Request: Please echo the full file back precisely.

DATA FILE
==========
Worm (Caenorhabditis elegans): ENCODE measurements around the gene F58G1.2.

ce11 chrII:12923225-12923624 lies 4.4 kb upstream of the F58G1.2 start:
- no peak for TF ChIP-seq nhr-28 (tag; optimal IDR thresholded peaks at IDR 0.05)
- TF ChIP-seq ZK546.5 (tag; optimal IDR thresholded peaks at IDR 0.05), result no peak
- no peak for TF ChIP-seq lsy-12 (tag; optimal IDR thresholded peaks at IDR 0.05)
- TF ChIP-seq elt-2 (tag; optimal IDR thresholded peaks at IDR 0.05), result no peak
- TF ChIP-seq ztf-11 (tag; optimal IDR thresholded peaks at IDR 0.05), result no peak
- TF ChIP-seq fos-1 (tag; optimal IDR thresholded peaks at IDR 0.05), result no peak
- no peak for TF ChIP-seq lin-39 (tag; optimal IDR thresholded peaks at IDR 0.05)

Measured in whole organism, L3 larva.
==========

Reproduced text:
Worm (Caenorhabditis elegans): ENCODE measurements around the gene F58G1.2.

ce11 chrII:12923225-12923624 lies 4.4 kb upstream of the F58G1.2 start:
- no peak for TF ChIP-seq nhr-28 (tag; optimal IDR thresholded peaks at IDR 0.05)
- TF ChIP-seq ZK546.5 (tag; optimal IDR thresholded peaks at IDR 0.05), result no peak
- no peak for TF ChIP-seq lsy-12 (tag; optimal IDR thresholded peaks at IDR 0.05)
- TF ChIP-seq elt-2 (tag; optimal IDR thresholded peaks at IDR 0.05), result no peak
- TF ChIP-seq ztf-11 (tag; optimal IDR thresholded peaks at IDR 0.05), result no peak
- TF ChIP-seq fos-1 (tag; optimal IDR thresholded peaks at IDR 0.05), result no peak
- no peak for TF ChIP-seq lin-39 (tag; optimal IDR thresholded peaks at IDR 0.05)

Measured in whole organism, L3 larva.